Caterpillar Lab!

In a time where biodiversity is actively under threat, I’d like to take a moment to applaud organizations that highlight and promote organisms. And somehow I just stumbled across such a resource.

The Caterpillar Lab! Started by a kickstarter in 2013, it’s mission statement:

The Caterpillar Lab fosters greater appreciation and care for the complexity and beauty of our local natural history through live caterpillar educational programs, research initiatives, and photography and film projects. We believe that an increased awareness of one’s local environment is the foundation on which healthy and responsible attitudes towards the broader natural systems of this world is built.

Check them out here, or simply enjoy the video below (One of many that can be found on their website).

 

Fight anti-science rhetoric by getting scientists to run for office

STEM the Divide is a new initiative by the 314 Action committee (314 are the first three digits of pi, so it’s a committee run by the right kind of nerds). Inspired by committee’s such as Emily’s List, the stated goal of the group is to connect people with science backgrounds to the expertise and funds needed to run a successful campaign.

Intrigued? Read about it over at the Washington Post.

Or consider signing up for 314 Action’s email list, consider running for a state or local office, or donate.

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Science will not be silenced

I was on a tour of Berlin this past summer and there’s a monument outside of Humboldt University. It’s a room full of empty bookshelves, meant to remind people that during Hitler’s rise to power the Nazi’s striped books from the University library and burned them. My tour guide mentioned that when you start censoring science and knowledge, you know you’ve got a real problem.

In his first week in office, Trump has done just that. There is a TON of information out there about what happened in the last 24 hours, I’m going to summarize SOME of it here.

First Trump signed an executive order to freeze all grants and on-going projects. The following was posted by scientists on social media.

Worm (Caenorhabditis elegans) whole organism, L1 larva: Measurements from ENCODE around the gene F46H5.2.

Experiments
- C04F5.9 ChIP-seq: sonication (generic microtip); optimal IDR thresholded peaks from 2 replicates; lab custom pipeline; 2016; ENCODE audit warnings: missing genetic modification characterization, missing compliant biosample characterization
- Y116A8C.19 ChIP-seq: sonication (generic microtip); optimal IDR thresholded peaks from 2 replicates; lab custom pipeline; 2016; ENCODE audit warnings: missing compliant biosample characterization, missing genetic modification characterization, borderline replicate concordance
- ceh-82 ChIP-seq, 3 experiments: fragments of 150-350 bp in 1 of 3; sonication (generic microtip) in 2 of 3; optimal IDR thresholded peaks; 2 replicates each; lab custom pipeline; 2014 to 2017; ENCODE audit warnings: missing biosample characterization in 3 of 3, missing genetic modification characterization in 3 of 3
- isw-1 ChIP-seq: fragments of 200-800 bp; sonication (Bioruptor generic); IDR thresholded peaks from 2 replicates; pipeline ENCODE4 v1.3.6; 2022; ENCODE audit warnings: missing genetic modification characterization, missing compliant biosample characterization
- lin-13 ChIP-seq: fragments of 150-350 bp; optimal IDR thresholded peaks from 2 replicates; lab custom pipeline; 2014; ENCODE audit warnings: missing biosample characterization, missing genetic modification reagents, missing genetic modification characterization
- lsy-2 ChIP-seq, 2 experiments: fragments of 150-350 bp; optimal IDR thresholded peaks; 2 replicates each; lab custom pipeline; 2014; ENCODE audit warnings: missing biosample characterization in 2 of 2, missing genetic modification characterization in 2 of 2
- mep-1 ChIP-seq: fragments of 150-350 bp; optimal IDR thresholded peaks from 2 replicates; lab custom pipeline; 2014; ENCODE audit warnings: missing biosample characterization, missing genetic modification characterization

“The EPA was just directed to freeze all grants. This means that grad students and researchers funded on EPA funds are now without funds. All ongoing studies are stopped.It happened in a moment with a memo, by executive action, with zero input or oversight.It could happen to any Federal institute, including the National Science Foundation, which funds research at universities around the country — including the health insurance and living stipends of many, many students. Trump also froze all federal hiring yesterday.Please, if you can safely raise your voice, raise it loudly. Call your congresspeople, call the White House, write op-eds and articles and blog posts. This is only Day 4. Please, stand up for science and the environment. This is the emergency we were all worried about. (Share widely. I did not write this. It was copied and pasted from a scientist who wants to remain anonymous. The fear of retaliation is real.)”

A gag order on both the USDA and ESA followed quickly, which means that scientists are not allowed to communicate science. This is not normal. 

In response, Badlands National Park twitter feed went rougue, in direct defiance of the order, began posting nothing but climate change facts. Those tweets have since been deleted.

Today was a bad day for the environment, but a terrible day for scientists. Meanwhile, the Republicans in the House quietly closed any investigation into the Flint water crisis.

Before now we were talking in hypotheticals, about what might happen if Trump was the president, what that might mean for science or for the environment. The reality is scarier than I imagined.

Please don’t take this likely. Call your senators or congressional representative. It is not acceptable to silence scientist, let them know we will not stand for this.

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How to be a Scientist in a World that Doesn’t Always Appreciate Science

I hope that the current political climate has galvanized scientists in the US to become more engaged. To climb down from the Ivory Tower and get in the trenches of science communication. To fight for our funding, and for the future of scientific research in the United States.

Along those lines, you’ll be seeing a few “what can we do to help now” posts in the coming days. First up, from the American Naturalist blog, what can graduate students do in a science world that doesn’t always appreciate science.

Summary:

  • Stay focused
  • Think of others
  • Be cautious around undergraduates
  • Explore your community & be an advocate
  • Get better at communicating science
  • Plan for the worst

 

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